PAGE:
Oglala File Lawsuit To Stop DAPL: Mni Wiconi project a major issue
“This is a complaint for declaratory and injunctive relief to stop the construction and operation of the Dakota Access Pipeline (DAPL) until the Defendant United States Army Corps of Engineers (Corps) completes an environmental impact statement (EIS) that fully analyzes the impacts of the DAPL to the Tribe’s Treaty rights and rights in the Mni Wiconi Project as required by the National Environmental Policy Act (NEPA) and the Mineral Leasing Act (MLA),” wrote lawyers for OST.
Two weeks ago, OST President Scott Weston promised official action in response to the White House’s legally questionable order to push through the completion of DAPL.
“The Dakota Access pipeline was approved without even considering the impact to our water rights and our drinking water,” said Weston in a statement. “The Oglala Sioux Tribe will do everything we can to stop the pipeline and to protect the water protectors defending the sacred Missouri River.”
The lawsuit that was filed Monday in federal court alleges amongst other things that President Trump’s order demanding that the Department of the Army expedite the completion of DAPL is in violation five federal laws, including the Mni Wiconi Act, and the Fort Laramie Treaty of 1868.
Many across Lakota Country understand the power of the treaties signed between tribal-nations and the federal government. Not many are aware of the details of the Mni Wiconi Act and the rights it has guaranteed to tribal-nations.
In 1988 the United States Congress created the Mni Wiconi Project to provide safe drinking water to the Pine Ridge Reservation and other Indian reservations alone near the Missouri River. The act included several rural counties in South Dakota and their non-Native residents. When congress created the act they found that their was a lack of safe drinking water available to residents of the Pine Ridge Indian Reservation. Congress noted that the lack of water supplies on the Rosebud Reservation and Lower Brule Reservation restricted efforts to promote economic development on those reservations. It also found serious problems in water quantity in the rural counties of Haakon, Jackson, Jones, Lyman, Mellette, Pennington, and Stanley Counties, South Dakota. The Act acknowledged that the United States has a trust responsibility to ensure that adequate and safe water supplies are available to meet the economic, environmental, water supply, and public health needs of the Pine Ridge Indian Reservation, Rosebud Indian Reservation, and Lower Brule Indian Reservation and that the best available, reliable, and safe rural and municipal water available to here communities was the Missouri.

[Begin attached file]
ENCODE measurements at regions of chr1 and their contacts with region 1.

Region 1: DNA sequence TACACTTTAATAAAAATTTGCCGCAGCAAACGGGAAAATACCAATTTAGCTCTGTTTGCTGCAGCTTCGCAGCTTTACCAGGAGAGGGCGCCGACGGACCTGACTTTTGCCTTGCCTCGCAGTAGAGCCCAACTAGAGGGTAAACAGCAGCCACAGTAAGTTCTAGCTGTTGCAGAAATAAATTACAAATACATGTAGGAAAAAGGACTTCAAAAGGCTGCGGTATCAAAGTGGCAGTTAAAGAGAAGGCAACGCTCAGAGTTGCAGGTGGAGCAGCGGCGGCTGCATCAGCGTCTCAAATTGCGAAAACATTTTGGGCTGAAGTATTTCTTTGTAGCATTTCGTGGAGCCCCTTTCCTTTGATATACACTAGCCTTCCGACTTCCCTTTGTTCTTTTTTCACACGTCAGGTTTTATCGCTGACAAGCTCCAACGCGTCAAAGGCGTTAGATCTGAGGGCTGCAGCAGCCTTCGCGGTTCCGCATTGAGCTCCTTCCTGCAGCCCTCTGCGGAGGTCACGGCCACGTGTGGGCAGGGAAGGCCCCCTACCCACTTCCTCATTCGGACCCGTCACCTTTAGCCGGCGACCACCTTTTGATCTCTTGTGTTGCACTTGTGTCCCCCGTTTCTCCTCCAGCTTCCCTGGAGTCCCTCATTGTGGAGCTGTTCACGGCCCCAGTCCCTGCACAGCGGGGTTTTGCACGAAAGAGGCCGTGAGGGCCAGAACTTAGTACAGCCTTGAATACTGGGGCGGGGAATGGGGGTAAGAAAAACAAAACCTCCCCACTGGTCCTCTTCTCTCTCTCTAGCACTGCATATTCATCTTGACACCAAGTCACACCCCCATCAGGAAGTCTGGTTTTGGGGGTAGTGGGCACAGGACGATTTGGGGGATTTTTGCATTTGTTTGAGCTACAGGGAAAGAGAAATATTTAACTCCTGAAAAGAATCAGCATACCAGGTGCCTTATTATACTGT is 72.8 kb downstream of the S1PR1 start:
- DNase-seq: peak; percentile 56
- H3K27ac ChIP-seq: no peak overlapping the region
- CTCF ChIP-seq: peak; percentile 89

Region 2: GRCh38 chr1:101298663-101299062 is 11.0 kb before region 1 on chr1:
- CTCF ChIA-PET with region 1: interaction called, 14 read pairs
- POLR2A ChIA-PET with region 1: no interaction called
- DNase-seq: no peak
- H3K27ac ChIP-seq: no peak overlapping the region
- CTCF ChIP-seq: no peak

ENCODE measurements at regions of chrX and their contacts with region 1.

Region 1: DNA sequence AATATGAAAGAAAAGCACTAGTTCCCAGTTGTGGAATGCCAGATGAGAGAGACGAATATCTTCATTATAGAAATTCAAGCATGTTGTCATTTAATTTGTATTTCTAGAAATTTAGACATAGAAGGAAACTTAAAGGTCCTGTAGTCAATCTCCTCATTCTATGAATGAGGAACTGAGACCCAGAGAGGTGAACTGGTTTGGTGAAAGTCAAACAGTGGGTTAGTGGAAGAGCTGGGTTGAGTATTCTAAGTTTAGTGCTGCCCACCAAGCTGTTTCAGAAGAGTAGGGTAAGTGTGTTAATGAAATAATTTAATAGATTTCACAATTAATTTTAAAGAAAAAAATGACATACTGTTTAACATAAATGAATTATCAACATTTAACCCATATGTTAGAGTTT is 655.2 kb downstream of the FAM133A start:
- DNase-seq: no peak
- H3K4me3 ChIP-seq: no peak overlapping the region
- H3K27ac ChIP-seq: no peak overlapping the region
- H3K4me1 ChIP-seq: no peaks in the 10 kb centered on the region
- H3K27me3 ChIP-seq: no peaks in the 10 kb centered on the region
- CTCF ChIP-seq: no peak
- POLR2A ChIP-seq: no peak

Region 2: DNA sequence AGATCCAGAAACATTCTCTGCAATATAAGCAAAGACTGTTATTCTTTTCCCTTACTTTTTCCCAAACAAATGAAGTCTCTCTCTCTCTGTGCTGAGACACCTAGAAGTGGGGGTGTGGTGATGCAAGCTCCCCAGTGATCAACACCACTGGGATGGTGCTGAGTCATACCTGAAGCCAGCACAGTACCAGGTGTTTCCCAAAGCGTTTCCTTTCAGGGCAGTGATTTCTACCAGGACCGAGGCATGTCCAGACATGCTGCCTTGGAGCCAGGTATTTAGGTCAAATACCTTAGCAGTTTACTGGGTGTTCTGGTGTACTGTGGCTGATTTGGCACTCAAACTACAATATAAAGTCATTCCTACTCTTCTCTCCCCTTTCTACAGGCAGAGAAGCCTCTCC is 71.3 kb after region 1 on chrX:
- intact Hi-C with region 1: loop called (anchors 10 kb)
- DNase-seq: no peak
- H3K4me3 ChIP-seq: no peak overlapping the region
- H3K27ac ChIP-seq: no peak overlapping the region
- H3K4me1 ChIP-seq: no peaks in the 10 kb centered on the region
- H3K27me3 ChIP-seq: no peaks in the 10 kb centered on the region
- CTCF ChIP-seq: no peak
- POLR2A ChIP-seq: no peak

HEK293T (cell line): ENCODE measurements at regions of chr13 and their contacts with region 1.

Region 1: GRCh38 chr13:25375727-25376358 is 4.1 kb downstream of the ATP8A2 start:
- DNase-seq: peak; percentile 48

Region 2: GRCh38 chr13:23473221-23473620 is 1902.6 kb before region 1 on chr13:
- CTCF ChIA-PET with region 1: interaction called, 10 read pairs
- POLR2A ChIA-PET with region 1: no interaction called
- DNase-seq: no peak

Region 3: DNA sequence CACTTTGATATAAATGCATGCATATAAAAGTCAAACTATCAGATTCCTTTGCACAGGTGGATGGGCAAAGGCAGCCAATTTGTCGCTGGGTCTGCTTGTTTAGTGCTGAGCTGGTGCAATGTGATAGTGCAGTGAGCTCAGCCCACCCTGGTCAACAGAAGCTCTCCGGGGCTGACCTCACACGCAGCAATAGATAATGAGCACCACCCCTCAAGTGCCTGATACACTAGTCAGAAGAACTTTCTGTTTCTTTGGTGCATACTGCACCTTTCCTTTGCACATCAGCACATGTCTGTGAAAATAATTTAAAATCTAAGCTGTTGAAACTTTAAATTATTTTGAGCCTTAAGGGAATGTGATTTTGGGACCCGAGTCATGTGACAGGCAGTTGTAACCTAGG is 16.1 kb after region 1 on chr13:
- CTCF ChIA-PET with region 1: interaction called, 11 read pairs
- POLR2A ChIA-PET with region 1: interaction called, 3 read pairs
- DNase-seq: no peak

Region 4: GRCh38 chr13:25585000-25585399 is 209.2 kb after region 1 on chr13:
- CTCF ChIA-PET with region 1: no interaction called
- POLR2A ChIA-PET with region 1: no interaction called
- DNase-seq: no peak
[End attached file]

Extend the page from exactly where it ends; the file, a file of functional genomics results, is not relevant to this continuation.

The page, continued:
The project now provides safe drinking water to the Pine Ridge Indian Reservation as well as to the Rosebud Sioux Tribe, the Lower Brule Sioux Tribe, and the non- Indian West River/Lyman Jones Water District in South Dakota. The infrastructure endeavor today has a service area of about 12,500 square miles and provides a reliable source of potable water to a population of approximately 52,000 people.
The Oglala Sioux Rural Water Supply System, a component of the Project, is held in trust for the Tribe by the United States. It is the only rural water system in existence that is held in federal trust by the federal government.
The trust-relationship between tribal-nations and the federal government is a cornerstone of both American jurisprudence and Federal Indian Law that has long been upheld by the courts.
OST alleges that the original Environmental Impact Statement for Lake Oahe did not take into consideration the water rights of tribal-nations living downstream. They are asking that a new Environmental Impact Statement be conducted as ordered by President Obama prior to leaving office and that construction be halted until a court rules on the matter.
(Contact Brandon Ecoffey at firstname.lastname@example.org)